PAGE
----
1. Adhikari P, Hong Y, Douglas KR, Kirschbaum DB, Gourley J, Adler R, Brakenridge GR (2010) A digitized global flood inventory (1998–2008): compilation and preliminary results. Nat Hazards 55:405–422. CrossRefGoogle Scholar
  2. Ahmad S (2014) Extension of out-of-sequence Balapur Fault and identification of other active faults on the eastern front of the Pir Panjal range, Kashmir valley, Ph.D. thesis. Department of Earth Sciences, University of Kashmir, p 174Google Scholar
  3. Ahmad S, Bhat MI (2012) Tectonic geomorphology of the Rambiara basin, SW Kashmir Valley reveals emergent out-of-sequence active fault system. Himal Geol 33(2):162–172Google Scholar
  4. Ahmad S, Bhat MI, Madden C, Bali BS (2013) Geomorphic analysis reveals active tectonic deformation on the eastern flank of the Pir Panjal Range, Kashmir Valley, India. Arab J Geosci. CrossRefGoogle Scholar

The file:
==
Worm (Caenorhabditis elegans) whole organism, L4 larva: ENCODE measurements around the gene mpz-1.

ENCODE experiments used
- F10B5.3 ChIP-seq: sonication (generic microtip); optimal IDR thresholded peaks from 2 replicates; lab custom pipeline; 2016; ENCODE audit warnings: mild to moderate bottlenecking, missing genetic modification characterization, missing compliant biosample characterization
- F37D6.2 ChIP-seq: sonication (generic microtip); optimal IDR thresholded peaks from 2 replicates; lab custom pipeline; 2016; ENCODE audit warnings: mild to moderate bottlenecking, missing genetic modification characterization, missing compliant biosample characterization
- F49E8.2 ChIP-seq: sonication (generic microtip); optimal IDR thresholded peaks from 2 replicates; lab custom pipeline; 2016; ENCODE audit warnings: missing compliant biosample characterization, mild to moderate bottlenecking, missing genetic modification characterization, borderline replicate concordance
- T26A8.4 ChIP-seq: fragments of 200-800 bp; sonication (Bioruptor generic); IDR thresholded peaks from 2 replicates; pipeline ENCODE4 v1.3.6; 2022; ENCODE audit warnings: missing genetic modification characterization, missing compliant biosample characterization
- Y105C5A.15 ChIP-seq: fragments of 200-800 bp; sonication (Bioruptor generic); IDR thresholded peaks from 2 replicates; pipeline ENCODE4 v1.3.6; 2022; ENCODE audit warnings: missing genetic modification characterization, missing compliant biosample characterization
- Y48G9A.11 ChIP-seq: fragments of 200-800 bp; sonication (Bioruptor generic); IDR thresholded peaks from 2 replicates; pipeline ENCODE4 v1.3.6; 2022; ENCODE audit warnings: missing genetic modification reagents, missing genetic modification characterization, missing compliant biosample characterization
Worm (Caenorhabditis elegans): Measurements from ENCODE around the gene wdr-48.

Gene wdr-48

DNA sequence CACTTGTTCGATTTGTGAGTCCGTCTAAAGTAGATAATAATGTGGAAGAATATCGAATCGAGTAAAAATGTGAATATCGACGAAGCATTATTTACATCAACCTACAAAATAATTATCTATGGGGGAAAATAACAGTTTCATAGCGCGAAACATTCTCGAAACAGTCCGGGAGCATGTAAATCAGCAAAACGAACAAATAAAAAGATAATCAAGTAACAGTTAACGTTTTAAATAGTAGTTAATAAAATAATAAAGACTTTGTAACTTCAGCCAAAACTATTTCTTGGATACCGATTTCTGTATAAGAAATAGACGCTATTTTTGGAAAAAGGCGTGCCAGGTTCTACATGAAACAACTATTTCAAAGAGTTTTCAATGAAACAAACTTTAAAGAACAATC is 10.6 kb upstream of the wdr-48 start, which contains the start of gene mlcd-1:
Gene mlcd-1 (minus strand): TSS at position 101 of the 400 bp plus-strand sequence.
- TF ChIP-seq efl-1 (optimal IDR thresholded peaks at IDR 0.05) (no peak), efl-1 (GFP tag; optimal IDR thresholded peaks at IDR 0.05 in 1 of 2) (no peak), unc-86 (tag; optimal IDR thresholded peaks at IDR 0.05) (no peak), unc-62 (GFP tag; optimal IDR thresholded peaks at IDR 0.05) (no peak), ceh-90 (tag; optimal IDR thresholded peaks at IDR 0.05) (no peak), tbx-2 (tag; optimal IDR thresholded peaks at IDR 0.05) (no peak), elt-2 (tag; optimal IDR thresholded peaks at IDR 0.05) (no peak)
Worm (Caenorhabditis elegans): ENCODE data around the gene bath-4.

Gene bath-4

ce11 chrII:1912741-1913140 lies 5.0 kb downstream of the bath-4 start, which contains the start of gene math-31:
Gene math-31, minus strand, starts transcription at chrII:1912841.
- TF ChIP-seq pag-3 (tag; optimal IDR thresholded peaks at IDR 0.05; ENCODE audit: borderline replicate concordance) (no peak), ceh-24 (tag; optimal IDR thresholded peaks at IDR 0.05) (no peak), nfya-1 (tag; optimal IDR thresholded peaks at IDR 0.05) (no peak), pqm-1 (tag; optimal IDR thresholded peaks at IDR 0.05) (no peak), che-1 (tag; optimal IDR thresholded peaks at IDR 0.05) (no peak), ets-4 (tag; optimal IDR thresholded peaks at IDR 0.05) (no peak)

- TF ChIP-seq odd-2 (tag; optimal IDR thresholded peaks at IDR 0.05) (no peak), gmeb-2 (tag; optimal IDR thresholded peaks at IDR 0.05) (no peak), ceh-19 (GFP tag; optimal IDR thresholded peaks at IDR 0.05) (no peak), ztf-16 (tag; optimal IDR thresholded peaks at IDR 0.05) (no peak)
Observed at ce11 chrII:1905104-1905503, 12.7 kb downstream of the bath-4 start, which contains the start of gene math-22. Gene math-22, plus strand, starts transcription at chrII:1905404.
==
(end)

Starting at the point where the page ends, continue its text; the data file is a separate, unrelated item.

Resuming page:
5. Ahmad S, Alam A, Ahmad B, Bhat MI, Bhat MS (2015) Geomorphic evidence of unrecognized Balapur fault segment in the southwest Kashmir basin of northwest Himalayas. Geomorphology 250:159–172Google Scholar
  6. Ahmad S, Alam A, Ahmad B, Afzal A, Bhat MI, Bhat MS, Ahmad FA (2017) Tectono-geomorphic indices of the Erin basin, NE Kashmir valley, India. J Asian Earth Sci 151:16–30Google Scholar
  7. Ahmed SA, Chandrashekarappa KN, Raj SK, Nischitha V, Kavitha G (2010) Evaluation of morphometric parameters derived from ASTER and SRTM DEM—a study on Bandihole sub-watershed basin in Karnataka. J Indian Soc Remote Sens 38:227–238Google Scholar
  8. Alam A, Ahmad S, Bhat MS, Ahmad B (2015) Tectonic evolution of Kashmir basin in northwest Himalayas. Geomorphology 239:114–126Google Scholar
  9. Alam A, Bhat MS, Kotlia BS, Ahmad B. Ahmad S. Taloor AK, Ahmad HF (2017) Coexistent pre-existing extensional and subsequent compressional tectonic deformation in the Kashmir basin, NW Himalaya. Quat Int 444:201–208Google Scholar